Yes - that is called 'generics'. See The Java Tutorials

          http://docs.oracle.com/javase/tutorial/java/generics/

          Unfortunately the change has 'broken' my older code.

          No - it hasn't done any such thing. Older code doesn't have generics so generics can't break it.

          If I have a JList and I want to add elements to it then now I should specify the type e.g., the list will store Strings.

          Yes - IF you want to use generics. If you don't want to use generics then DON'T DO THAT!

          When I do this and then add data to the list (or actually the list model) the code is ''fixed". However if after adding those new elements to the list I later need to add more elements, which isn't unreasonable for a list...to have elements added dynamically at run time then I again get the same compiler error message that I haven't correctly specified the type:

          CORRECT! If you use generics and specify the type then Java will check that you have 'correctly specified the type'. What would you expect it to do?

           

          1. Create a box that can hold ANYTHING

          2. You can put Apples, Oranges, Baseballs or anything else in the box

           

          1. Create a box that can only hold APPLES

          2. You can put Apples in the box

          3. You can NOT put Oranges, Baseballs or anything else in the box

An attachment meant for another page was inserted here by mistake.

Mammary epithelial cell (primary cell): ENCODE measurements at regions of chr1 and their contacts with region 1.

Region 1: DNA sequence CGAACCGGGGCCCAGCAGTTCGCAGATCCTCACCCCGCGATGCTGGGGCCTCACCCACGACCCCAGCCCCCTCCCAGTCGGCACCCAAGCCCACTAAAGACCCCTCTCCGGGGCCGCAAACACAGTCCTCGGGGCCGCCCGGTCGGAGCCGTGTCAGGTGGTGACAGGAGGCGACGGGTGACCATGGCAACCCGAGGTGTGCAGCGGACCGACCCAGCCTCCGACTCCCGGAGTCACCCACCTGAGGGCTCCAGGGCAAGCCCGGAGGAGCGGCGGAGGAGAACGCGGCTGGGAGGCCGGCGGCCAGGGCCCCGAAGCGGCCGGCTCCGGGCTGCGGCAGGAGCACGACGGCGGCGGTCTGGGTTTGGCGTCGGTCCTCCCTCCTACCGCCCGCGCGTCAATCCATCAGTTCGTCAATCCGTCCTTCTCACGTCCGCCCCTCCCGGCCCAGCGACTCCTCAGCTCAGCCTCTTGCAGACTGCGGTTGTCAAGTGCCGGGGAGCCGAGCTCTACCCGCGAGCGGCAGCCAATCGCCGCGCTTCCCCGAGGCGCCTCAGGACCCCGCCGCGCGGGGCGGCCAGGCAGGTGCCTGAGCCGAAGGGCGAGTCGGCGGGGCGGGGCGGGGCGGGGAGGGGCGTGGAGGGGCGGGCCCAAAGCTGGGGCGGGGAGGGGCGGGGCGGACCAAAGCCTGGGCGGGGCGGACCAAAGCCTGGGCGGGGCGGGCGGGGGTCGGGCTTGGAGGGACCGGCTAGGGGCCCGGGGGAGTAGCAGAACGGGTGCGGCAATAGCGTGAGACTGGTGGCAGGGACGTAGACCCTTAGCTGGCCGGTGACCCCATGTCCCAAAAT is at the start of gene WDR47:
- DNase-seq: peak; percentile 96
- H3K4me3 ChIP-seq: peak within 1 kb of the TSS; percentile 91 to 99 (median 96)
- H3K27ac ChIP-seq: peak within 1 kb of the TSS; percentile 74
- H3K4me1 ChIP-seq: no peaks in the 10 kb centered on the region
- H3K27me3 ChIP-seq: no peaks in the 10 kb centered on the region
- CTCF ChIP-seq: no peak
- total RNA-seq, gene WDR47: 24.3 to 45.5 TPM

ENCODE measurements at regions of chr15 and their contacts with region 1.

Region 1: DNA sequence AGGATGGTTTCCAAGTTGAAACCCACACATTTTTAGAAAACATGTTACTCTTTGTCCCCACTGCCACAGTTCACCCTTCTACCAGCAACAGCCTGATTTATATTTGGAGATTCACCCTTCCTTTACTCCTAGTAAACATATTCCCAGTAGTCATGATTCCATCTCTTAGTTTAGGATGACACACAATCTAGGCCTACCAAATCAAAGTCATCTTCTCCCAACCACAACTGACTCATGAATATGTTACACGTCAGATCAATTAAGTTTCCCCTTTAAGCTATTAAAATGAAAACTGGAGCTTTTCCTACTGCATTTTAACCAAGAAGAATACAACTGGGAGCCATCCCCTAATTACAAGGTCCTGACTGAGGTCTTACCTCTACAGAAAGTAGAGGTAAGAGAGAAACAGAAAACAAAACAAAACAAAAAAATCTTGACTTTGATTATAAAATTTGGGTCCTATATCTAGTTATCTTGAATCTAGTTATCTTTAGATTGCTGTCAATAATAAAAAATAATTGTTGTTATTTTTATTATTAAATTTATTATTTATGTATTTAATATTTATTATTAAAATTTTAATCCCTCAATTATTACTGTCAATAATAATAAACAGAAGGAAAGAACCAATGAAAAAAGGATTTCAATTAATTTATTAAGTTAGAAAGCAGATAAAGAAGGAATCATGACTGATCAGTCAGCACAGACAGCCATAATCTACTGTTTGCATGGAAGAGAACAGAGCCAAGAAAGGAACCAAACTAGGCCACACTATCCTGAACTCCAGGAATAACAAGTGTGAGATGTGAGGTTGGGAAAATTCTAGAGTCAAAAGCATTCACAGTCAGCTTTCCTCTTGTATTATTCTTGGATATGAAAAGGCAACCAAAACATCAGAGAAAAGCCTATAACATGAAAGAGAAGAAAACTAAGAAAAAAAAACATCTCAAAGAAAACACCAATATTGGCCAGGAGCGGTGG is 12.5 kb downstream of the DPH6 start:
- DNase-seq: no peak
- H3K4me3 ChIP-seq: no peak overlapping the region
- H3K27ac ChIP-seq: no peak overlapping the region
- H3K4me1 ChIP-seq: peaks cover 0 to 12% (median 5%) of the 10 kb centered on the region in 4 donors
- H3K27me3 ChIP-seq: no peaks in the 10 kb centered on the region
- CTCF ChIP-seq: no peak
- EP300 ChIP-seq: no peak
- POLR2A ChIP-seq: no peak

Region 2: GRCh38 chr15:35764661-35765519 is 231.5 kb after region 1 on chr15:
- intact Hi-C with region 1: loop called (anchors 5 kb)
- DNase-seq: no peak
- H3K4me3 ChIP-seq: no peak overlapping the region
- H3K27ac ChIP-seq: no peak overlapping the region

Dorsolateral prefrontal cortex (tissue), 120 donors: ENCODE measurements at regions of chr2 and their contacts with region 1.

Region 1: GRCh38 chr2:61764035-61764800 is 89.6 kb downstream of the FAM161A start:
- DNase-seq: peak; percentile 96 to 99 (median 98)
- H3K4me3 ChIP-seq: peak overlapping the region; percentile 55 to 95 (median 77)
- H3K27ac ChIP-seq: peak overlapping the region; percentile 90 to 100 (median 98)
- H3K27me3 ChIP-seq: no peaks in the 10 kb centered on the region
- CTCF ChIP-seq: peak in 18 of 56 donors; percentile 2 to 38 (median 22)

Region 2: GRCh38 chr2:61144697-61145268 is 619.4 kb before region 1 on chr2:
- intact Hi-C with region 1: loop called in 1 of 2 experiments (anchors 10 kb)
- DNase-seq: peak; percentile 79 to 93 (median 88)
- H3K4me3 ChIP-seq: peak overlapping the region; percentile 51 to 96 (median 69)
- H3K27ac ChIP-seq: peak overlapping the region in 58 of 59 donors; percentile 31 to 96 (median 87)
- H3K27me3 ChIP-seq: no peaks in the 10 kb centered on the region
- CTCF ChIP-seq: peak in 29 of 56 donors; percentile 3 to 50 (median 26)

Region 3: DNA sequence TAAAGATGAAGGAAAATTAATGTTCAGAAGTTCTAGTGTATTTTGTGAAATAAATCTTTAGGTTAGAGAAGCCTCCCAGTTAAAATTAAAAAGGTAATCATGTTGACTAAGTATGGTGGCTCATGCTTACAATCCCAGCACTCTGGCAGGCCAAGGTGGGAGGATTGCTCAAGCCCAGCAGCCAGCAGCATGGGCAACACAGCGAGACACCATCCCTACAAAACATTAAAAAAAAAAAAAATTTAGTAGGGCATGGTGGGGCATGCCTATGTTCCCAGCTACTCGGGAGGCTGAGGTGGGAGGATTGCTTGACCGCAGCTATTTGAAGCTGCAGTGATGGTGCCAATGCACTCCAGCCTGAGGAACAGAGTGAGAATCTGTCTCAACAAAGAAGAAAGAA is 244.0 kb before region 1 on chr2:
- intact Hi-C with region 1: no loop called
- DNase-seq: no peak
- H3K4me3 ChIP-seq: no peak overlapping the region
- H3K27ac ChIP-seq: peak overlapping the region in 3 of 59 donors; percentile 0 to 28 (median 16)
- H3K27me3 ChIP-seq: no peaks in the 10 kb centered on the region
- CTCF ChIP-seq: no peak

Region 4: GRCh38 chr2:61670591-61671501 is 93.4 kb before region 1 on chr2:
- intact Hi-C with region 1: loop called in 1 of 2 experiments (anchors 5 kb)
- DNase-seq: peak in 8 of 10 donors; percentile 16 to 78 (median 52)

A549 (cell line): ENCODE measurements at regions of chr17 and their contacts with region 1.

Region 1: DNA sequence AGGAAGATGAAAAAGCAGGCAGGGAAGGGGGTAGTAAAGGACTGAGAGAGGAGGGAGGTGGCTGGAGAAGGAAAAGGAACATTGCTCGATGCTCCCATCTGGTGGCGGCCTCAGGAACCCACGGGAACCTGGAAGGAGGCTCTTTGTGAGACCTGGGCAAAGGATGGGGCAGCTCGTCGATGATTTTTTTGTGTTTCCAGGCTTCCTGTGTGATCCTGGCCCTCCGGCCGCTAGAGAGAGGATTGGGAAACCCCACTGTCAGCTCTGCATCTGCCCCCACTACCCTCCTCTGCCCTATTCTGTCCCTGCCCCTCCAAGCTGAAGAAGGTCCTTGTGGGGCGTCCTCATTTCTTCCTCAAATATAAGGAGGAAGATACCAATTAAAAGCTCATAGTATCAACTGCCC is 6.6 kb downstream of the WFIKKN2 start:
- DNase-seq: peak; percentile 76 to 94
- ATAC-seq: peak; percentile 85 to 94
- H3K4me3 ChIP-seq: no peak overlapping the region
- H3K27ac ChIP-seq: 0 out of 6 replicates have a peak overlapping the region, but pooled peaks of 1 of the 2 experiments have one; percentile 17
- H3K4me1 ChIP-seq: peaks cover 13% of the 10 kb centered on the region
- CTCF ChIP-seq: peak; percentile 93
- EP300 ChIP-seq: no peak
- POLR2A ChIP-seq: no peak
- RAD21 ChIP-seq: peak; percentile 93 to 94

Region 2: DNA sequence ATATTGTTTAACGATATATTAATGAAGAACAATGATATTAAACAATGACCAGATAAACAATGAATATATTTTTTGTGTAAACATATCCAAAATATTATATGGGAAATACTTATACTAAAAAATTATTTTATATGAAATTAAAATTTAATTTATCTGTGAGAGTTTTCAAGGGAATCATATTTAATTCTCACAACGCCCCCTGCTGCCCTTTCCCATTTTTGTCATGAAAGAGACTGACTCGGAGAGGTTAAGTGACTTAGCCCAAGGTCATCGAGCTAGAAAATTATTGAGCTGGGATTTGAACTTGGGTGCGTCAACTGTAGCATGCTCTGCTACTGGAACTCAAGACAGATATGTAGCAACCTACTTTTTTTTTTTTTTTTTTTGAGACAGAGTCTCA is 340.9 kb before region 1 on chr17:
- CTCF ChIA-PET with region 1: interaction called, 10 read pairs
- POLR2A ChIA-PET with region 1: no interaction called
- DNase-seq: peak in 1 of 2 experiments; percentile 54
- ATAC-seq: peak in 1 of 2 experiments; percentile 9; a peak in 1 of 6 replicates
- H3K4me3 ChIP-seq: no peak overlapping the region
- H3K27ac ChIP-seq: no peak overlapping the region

Doesn't that make sense to you?

          public static void m2(JList <String> list)

          Ok - that 'list' can ONLY hold STRINGS - you are using generics. That is NOT old code; old code didn't have generics.

          DefaultListModel model = (DefaultListModel) list.getModel();

          Now you are using a 'model' that is NOT generic. You are using 'DefaultListModel' instead of 'DefaultListModel<E>'.

           

          But if you look at the API for the 'getModel' method you will see that it returns a 'generic' type.

          http://docs.oracle.com/javase/7/docs/api/javax/swing/JList.html#getModel()

          public ListModel<E> getModel()

          Returns the data model that holds the list of items displayed by the JList component.

          Returns:
          the ListModel that provides the displayed list of items

          In your case the method is returning 'ListModel<String>' but you are throwing that away by casting it to a non-generic 'DefaultListModel'.

          model.addElement(s);  // problem is here

          Yes - problem is 'there'. You are mixing generic and non-generic uses so you get that error message telling you that.

           

          If you don't want to use generics then don't use them. If you want to use them then use them.

           

          But don't mix the two together.

           

          See The Java Tutorials trail for how to use lists

          http://docs.oracle.com/javase/tutorial/uiswing/components/list.html

          Unfortunately the change has 'broken' my older code

          No - nothing has broken your old code.

           

          But YOU have broken your new code.